Does EVERYTHING cause cancer?
26 June 2011
This week’s question comes from Frank Uyeda in San Diego, California:
“X may cause cancer” seems to be plastered on the side of just about everything these days. It seems like most peoples’ reactions to such things are strictly fear-driven. How should we think about and quantify the risk of cancer caused by various products/activities (i.e. BPA in waterbottles, X-ray machines in airports, radiation from traveling on airplanes, living near power lines, sun bathing). In addition, cancers caused by some of these things will be easier/harder to treat. Which things put me at the highest risk of hard to treat cancer?
Did you know that breathing also causes cancer? I’m not kidding. Oxidative phosphorylation in all of our cells can lead to free radicals, damage DNA, and spark cancer. Now, I’m not holding my breath or anything. Pretty much anything can cause cancer in certain amounts, or when rhetorically spun.
I think you’re driving at a very good point. The world we live in is not binary, and as a result additional questions arise: Even if X causes cancer, how much? How many more people will present with disease? And of those with the disease, what percent increase in incidence will be the aggressive versions of the disease? Even so, is the increased risk worth worrying about because it is so small and pales in comparison to other things?
With perhaps the exception of ionizing radiation, it’s very hard to quantify how much various activities and diet can contribute to cancer risk. For ionizing radiation, this chart does a good job of putting things into perspective for airport x-rays and travelling on airplanes: XKCD comic
What about difficult to treat cancers? Leukemias and lymphomas (cancer of the blood) aside, once disease has progressed to the point where it spreads, any other type of cancer becomes very difficult to treat. I will discuss what makes certain cancers harder to treat than others in another article.
I’m going put things in perspective with a dangerously un-scientific sweeping generalization: the vast majority of things you hear are sensationalism. A lot of the correlation studies that are so popular to broadcast in the media have very weak correlation, or even if the correlation is strong, the effect is so small as to seldom ever affect anyone. In my opinion, the Federal Drug Administration and the World Health Organization are a little trigger happy with labeling something a carcinogen. Relative to the flurry of things with a possible “cancer link” there are actually very few things that have an established causal (as opposed to correlative) relationship to cancer development. And even for the things that do (like ionizing radiation) the amount of exposure to the average person is so small as to pale in comparison to other influencers of cancer development. (again, see XKCD comic)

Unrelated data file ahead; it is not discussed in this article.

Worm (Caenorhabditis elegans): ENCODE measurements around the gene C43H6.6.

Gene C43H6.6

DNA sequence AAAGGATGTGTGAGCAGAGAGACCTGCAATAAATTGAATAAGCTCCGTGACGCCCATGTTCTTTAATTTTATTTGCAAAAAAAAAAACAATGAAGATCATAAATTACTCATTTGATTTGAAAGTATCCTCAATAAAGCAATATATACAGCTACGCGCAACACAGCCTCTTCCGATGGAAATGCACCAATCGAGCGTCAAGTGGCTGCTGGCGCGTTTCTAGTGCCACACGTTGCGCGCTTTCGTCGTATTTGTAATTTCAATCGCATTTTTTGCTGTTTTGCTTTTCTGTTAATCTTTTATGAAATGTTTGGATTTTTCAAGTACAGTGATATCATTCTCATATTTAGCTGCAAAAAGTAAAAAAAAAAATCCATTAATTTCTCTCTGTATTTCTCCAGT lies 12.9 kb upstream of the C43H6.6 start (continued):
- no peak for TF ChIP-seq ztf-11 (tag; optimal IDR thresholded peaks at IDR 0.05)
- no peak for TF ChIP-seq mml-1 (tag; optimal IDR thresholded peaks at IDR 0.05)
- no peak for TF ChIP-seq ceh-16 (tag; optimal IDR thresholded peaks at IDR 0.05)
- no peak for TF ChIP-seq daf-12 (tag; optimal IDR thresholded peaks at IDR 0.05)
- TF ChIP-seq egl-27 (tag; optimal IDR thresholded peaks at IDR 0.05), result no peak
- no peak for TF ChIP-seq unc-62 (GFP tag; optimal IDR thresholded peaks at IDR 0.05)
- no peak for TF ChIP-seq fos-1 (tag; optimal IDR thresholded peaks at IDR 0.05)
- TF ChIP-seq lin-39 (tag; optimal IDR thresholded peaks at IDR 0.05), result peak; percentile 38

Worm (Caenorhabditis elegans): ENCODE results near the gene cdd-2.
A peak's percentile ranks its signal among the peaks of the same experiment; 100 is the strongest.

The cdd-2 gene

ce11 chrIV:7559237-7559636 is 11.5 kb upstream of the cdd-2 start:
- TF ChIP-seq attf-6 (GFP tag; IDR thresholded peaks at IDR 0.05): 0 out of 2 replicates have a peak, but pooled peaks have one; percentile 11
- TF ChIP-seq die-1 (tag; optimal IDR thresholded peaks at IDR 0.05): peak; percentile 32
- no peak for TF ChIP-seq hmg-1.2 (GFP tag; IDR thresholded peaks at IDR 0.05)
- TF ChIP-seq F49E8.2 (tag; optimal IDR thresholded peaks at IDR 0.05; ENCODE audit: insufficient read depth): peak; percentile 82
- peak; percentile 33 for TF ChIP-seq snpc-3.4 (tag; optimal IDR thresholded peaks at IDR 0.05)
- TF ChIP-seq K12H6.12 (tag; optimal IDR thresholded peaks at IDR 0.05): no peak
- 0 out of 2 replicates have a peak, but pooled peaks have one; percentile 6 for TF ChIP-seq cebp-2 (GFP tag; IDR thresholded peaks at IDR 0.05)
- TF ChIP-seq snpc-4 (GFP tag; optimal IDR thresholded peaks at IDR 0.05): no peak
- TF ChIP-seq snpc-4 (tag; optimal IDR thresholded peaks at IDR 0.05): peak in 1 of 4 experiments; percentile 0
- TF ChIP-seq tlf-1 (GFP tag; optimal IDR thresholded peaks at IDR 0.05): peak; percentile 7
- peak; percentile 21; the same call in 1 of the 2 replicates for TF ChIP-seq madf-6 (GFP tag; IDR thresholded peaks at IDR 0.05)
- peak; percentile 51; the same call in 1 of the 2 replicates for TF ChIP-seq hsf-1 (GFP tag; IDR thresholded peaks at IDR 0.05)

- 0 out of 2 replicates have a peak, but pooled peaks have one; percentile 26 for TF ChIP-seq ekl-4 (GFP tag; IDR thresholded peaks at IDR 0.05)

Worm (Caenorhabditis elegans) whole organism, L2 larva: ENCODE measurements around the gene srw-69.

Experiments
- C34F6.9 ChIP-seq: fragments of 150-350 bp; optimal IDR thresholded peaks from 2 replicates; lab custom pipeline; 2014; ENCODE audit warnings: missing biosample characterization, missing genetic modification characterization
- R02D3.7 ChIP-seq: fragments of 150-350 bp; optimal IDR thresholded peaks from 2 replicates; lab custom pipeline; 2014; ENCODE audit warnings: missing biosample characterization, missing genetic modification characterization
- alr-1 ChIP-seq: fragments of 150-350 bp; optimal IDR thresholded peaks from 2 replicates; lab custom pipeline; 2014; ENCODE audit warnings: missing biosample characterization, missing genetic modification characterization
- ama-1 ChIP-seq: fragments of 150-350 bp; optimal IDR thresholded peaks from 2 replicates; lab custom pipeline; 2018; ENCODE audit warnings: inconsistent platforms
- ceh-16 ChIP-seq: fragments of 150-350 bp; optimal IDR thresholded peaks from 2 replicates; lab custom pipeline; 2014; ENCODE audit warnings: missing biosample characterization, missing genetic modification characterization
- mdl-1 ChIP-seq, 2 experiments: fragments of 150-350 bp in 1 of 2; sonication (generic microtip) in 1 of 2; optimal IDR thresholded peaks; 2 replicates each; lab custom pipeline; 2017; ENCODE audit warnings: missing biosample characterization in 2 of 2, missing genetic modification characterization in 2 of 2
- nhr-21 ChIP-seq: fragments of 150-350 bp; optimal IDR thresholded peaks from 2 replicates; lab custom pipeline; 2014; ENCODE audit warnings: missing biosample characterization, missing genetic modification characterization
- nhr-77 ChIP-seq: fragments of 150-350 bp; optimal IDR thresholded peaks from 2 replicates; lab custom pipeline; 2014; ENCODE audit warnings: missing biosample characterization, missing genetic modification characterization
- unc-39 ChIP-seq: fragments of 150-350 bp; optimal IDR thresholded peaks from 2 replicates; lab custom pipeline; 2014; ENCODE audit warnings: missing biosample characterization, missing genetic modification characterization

To put the flurry of sensational cancer-causing claims in perspective, I feel it is a better use of everyone’s physical and mental energy to focus on the things that have a STRONG correlation with cancer development. For the sake of brevity, I decided to narrow it down to three critical risk factors:
1) Sun exposure 2) Smoking status 3) Age
1) Lifetime sun exposure mixed with skin fairness is good at predicting skin cancer risk. The mechanism is well understood (see previous article on radiation) and can be successfully mitigated (UV protection) based off the experimental models developed by scientists. Cumulative sun exposure over time causes cancer.
2) “It remains an astonishing, disturbing fact that in America – a nation where nearly every drug is subjected to rigorous scrutiny as a potential carcinogen, and even the bare hint of a substance’s link to cancer ignites a firestorm of public hysteria and media anxiety-one of the most potent and common carcinogens known to humans can be freely bought and sold at every corner store for a few dollars.” – Siddhartha Mukherjee in the Emperor of All Maladies. There is no such thing as dogma in science, but the causal link between smoking and cancer development is one of the strongest in the history of medicine. Cigarettes are one of the few items on the market that, when used as per the instructions on the label, WILL kill you.
3) Often overlooked in cancer risk is the importance of age. Last time I checked, there was no cure for aging. My opening comment on breathing causing cancer is actually more true than most of the sensationalism in the media. As I discussed in a previous article, cancer is an age-related disease and simply being alive puts one at a higher cumulative effect of developing cancer, even in the hypothetically most non-carcinogenic environment. In that respect, cancer can be seen as a “natural” side effect of being alive. Curiously, there are certain actions that can slow one’s biological aging, my favorite being consistent aerobic exercise. I touched upon this in a previous article on cancer prevention. The take-home message is that as one accumulates biological age, it’s a good idea to get more frequent (annual) check-ups and be more proactive in discussing cancer with personal physicians. Aside from not getting cancer at all, catching the disease early is the next best thing.
These are the bases that need to be covered and understood by the masses in developed countries. A lot of other risk factors that I discuss in this blog are icing on the cake, and many of the studies heard in the news are either weakly correlative at best, and fake at worst. In fact, I would argue that the cancer hysteria in the news is often so overplayed that it is dangerous in itself for the undue stress and anxiety bestowed upon listeners. Again, this is a dangerously un-scientific sweeping generalization, but in this instance there is a lot of mis-information and non-information disseminated by the media that does nothing but spread headaches.
For more articles, please visit the Cancer for Dummies main page.